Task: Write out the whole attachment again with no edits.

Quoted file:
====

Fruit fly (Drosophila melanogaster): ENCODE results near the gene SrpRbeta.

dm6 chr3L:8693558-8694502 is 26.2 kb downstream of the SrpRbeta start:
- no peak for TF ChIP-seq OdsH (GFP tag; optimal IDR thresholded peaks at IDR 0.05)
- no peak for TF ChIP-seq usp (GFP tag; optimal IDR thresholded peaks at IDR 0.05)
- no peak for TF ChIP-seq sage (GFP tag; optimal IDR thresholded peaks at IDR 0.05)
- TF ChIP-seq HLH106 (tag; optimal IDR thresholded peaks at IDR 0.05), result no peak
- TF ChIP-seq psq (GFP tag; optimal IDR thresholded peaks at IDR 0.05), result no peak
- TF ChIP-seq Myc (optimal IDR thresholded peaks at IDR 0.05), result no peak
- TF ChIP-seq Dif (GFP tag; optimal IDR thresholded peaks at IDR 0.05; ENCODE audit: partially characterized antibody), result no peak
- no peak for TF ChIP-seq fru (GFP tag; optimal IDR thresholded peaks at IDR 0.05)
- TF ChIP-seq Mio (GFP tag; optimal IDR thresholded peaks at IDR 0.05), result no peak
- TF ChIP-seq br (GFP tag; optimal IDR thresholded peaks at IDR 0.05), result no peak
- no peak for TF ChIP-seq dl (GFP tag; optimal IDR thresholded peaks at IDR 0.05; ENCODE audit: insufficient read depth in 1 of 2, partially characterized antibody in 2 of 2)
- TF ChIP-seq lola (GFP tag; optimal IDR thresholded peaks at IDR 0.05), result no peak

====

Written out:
Fruit fly (Drosophila melanogaster): ENCODE results near the gene SrpRbeta.

dm6 chr3L:8693558-8694502 is 26.2 kb downstream of the SrpRbeta start:
- no peak for TF ChIP-seq OdsH (GFP tag; optimal IDR thresholded peaks at IDR 0.05)
- no peak for TF ChIP-seq usp (GFP tag; optimal IDR thresholded peaks at IDR 0.05)
- no peak for TF ChIP-seq sage (GFP tag; optimal IDR thresholded peaks at IDR 0.05)
- TF ChIP-seq HLH106 (tag; optimal IDR thresholded peaks at IDR 0.05), result no peak
- TF ChIP-seq psq (GFP tag; optimal IDR thresholded peaks at IDR 0.05), result no peak
- TF ChIP-seq Myc (optimal IDR thresholded peaks at IDR 0.05), result no peak
- TF ChIP-seq Dif (GFP tag; optimal IDR thresholded peaks at IDR 0.05; ENCODE audit: partially characterized antibody), result no peak
- no peak for TF ChIP-seq fru (GFP tag; optimal IDR thresholded peaks at IDR 0.05)
- TF ChIP-seq Mio (GFP tag; optimal IDR thresholded peaks at IDR 0.05), result no peak
- TF ChIP-seq br (GFP tag; optimal IDR thresholded peaks at IDR 0.05), result no peak
- no peak for TF ChIP-seq dl (GFP tag; optimal IDR thresholded peaks at IDR 0.05; ENCODE audit: insufficient read depth in 1 of 2, partially characterized antibody in 2 of 2)
- TF ChIP-seq lola (GFP tag; optimal IDR thresholded peaks at IDR 0.05), result no peak